MathOverflow is a question and answer site for professional mathematicians. Join them; it only takes a minute:

Sign up
Here's how it works:
  1. Anybody can ask a question
  2. Anybody can answer
  3. The best answers are voted up and rise to the top

Can someone tell me what's the appalication of the Rosenberg' method on the definition of the noncommutative algebraic geometry (left spectrum)?
Now when talking about noncommutative algebraic geometry, we will follow the way of the category theory (abelian category, triangulated category and so on). What's the obstruction of the direct way from the algebraic geometry rather than the category theory? For example, have someone studied or founded the theorem like Riemann-Roch theorem on the noncommutative schemes?

share|cite|improve this question
Your question is very vague. Also, what have you read about Rosenberg's method? Even on mathoverflow there are various good answers which explain it. – Martin Brandenburg Oct 17 '11 at 10:38
At the risk of being accused of self-promotion, if you're interested in obstruction results for noncommutative spectra, you can find one here: – Manny Reyes Oct 17 '11 at 13:26
As noncommutative spectra have structure stacks (and by evidence of plethora of other phenomena like the importance of bimodule morphisms) one should not expect 1-categorical functoriality, but at least a generalization like 2-categorical (pseudo)functoriality... – Zoran Skoda Oct 17 '11 at 14:30
Your last sentence is discussed here:… or in brief, yes, in many settings. – B. Bischof Oct 17 '11 at 16:19
The answer to your first question can be found in Xin Tang's thesis, of which I do not have a link on hand(I'm typing on a phone). In short, the left spectrum was developed for purposes of application to representation theory. A natural place to look for a reference is the work of Rosenberg. In particular, his book from '95 uses the spectrum to consider representations of a certain class of algebras(those he refers to as hyperbolic algebras). Of course looking at the n-lab page on Rosenberg will provide you with many of his manuscripts of which many will answer you also. – B. Bischof Oct 17 '11 at 16:30

Quick answer (to the second part): noncommutative rings don't have enough ideals to make a decent spectrum. In words of Fred van Oystaeyen: "it doesn't matter how you try to define what is a point of a noncommutative space, you never have enough of them". There were some attempts of following more classical lines in the late seventies and early-mid eighties (see papers by Van Oystaeyen, Verschoren, and many others) but eventually everybody agreed that a more abstract approach was needed to get meaningful geometric information.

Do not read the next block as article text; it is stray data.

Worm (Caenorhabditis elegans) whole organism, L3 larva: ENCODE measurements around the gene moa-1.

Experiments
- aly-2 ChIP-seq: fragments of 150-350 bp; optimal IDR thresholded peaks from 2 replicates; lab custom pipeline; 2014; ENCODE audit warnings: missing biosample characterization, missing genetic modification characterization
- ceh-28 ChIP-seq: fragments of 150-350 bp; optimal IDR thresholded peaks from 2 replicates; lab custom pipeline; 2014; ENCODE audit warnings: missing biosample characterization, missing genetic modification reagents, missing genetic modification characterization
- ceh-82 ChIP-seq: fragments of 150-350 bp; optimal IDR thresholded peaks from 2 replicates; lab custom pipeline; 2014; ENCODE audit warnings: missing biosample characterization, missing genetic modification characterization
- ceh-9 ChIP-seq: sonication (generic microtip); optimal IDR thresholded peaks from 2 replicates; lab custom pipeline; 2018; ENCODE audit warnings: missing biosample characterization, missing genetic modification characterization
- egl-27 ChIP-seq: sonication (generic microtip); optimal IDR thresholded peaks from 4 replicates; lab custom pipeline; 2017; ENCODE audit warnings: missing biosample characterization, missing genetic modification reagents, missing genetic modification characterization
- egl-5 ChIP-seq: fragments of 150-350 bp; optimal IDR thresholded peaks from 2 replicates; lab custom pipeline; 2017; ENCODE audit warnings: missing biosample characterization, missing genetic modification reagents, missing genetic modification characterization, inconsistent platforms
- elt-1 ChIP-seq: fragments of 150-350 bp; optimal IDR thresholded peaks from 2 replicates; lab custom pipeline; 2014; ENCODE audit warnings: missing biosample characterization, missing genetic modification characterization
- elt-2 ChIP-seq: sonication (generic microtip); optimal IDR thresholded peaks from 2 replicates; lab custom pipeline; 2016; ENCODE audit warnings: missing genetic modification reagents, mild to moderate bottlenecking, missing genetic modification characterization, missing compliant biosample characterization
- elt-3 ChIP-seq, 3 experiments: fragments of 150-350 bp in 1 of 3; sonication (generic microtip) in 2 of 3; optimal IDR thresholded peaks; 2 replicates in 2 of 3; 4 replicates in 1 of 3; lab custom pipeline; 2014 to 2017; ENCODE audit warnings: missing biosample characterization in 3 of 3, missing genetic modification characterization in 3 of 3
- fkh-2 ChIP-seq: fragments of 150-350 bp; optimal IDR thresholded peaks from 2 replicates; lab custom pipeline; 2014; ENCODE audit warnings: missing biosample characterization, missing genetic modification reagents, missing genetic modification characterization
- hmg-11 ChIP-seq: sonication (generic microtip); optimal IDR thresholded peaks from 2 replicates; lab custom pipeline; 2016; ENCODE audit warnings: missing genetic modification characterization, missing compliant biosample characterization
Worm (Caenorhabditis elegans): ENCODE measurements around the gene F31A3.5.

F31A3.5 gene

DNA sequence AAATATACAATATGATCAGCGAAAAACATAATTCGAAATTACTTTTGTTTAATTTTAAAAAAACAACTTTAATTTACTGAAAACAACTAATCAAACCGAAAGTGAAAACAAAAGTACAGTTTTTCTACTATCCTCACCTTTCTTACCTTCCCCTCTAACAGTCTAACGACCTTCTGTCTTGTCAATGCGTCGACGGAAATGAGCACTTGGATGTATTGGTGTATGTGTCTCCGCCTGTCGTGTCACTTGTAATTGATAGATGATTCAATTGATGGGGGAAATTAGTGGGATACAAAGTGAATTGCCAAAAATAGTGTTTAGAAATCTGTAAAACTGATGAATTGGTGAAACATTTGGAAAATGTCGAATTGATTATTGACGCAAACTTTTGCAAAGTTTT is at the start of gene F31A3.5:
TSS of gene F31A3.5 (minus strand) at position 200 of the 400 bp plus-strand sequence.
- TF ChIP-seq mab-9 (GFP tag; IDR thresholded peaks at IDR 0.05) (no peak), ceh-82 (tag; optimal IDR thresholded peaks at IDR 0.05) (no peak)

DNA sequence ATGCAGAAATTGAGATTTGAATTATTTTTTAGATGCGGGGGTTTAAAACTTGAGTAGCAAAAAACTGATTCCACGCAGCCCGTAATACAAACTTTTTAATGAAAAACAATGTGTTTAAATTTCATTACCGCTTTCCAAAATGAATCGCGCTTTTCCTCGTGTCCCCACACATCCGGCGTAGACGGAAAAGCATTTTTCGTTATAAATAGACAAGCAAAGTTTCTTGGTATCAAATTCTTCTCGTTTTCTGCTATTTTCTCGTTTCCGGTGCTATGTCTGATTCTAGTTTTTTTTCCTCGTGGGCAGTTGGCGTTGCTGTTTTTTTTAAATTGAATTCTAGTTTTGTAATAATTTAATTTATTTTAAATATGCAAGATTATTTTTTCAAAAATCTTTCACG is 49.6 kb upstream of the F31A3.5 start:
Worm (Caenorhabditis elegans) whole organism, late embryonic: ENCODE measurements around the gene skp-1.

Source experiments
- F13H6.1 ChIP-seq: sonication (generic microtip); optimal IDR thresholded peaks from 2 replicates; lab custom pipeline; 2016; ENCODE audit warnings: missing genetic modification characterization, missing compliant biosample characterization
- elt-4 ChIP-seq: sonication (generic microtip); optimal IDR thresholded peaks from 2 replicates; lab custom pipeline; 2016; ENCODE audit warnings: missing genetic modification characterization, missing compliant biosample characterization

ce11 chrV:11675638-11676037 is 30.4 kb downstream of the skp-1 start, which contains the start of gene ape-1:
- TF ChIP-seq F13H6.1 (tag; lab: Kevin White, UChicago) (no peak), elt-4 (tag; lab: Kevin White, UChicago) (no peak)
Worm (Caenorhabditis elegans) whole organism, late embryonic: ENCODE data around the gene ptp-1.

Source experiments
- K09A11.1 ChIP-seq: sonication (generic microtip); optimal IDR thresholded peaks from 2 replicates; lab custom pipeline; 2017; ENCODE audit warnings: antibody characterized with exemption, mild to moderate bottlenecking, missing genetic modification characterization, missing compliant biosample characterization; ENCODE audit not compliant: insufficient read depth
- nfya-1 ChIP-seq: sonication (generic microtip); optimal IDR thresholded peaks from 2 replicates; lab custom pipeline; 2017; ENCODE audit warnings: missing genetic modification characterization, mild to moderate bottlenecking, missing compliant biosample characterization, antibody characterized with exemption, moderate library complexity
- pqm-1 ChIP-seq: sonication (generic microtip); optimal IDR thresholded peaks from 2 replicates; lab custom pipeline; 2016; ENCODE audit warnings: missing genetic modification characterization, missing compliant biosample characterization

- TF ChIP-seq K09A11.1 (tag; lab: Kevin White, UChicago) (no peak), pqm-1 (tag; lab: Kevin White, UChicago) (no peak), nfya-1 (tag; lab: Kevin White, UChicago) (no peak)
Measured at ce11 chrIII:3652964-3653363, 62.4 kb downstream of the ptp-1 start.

share|cite|improve this answer
what means "decent spectrum" ? – Alexander Chervov Oct 17 '11 at 11:23
@Alexander: "decent" is a synonyme for "nice", not a mathematical notion. – Johannes Hahn Oct 17 '11 at 11:54
He possibly meant faithful enough to reconstruct the scheme back and specializing to commutative one for commutative ring. These are usual minimal requirements. – Zoran Skoda Oct 17 '11 at 12:31
As Zoran says, by "decent" I mean nice enough to allow us to jump back and forth between the ring and the spectrum. In the classical situation if $R$ is a (commutative) ring and $X = Spec(R)$ then one can recover $R$ as the ring of global sections of the structure sheaf. In the noncommutative case, for instance if $R$ is the Weyl algebra $k<x,y>/(yx-xy-1)$ the spectrum is reduced to a single point and the global sections are constant functions. – javier Oct 17 '11 at 14:27
Weyl algebra is good example to make me doubt in "... you never have enough of them". Recall this famous result by Hollands (?) Berest Wilson - you classify projective modules over Weyl and you get exactly C^2 - the same amount as in the commutative limit of Weyl e.g. C[x,y]... Moreover you event get Hilbert scheme i.e. glued points... How to be with this ? – Alexander Chervov Oct 17 '11 at 17:39

Your Answer


By posting your answer, you agree to the privacy policy and terms of service.

Not the answer you're looking for? Browse other questions tagged or ask your own question.